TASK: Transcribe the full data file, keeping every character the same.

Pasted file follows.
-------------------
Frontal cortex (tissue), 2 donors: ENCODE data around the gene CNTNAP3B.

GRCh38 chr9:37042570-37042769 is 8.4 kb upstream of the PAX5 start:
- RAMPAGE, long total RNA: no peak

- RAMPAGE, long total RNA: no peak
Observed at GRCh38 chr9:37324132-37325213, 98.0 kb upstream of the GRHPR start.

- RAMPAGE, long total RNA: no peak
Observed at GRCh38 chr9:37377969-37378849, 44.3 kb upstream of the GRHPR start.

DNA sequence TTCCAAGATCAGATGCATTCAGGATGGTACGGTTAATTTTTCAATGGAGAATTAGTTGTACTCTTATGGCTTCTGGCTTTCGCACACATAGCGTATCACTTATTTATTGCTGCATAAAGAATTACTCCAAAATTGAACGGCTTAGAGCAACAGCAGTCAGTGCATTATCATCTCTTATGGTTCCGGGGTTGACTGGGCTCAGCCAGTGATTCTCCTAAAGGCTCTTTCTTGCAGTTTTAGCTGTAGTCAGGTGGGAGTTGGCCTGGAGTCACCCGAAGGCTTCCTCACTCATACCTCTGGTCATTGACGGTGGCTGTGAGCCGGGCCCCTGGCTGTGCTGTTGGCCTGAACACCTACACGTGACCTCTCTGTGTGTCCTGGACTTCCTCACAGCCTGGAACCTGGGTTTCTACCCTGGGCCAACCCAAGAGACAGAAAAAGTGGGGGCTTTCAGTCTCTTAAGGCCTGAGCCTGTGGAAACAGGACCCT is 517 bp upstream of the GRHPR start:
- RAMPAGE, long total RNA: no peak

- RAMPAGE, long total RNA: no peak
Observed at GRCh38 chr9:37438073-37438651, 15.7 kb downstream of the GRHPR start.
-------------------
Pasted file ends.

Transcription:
Frontal cortex (tissue), 2 donors: ENCODE data around the gene CNTNAP3B.

GRCh38 chr9:37042570-37042769 is 8.4 kb upstream of the PAX5 start:
- RAMPAGE, long total RNA: no peak

- RAMPAGE, long total RNA: no peak
Observed at GRCh38 chr9:37324132-37325213, 98.0 kb upstream of the GRHPR start.

- RAMPAGE, long total RNA: no peak
Observed at GRCh38 chr9:37377969-37378849, 44.3 kb upstream of the GRHPR start.

DNA sequence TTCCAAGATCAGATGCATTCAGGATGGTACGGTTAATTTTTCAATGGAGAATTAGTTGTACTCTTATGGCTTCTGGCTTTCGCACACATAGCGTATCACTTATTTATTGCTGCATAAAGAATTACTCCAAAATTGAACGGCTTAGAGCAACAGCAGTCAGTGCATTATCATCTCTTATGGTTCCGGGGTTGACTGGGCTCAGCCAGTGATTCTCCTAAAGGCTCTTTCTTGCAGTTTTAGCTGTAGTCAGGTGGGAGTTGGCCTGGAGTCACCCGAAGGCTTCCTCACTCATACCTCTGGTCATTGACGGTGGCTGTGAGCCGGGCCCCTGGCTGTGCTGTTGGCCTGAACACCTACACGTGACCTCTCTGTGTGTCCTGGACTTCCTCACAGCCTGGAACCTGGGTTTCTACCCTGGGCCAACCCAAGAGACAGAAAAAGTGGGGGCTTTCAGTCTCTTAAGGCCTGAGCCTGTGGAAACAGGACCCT is 517 bp upstream of the GRHPR start:
- RAMPAGE, long total RNA: no peak

- RAMPAGE, long total RNA: no peak
Observed at GRCh38 chr9:37438073-37438651, 15.7 kb downstream of the GRHPR start.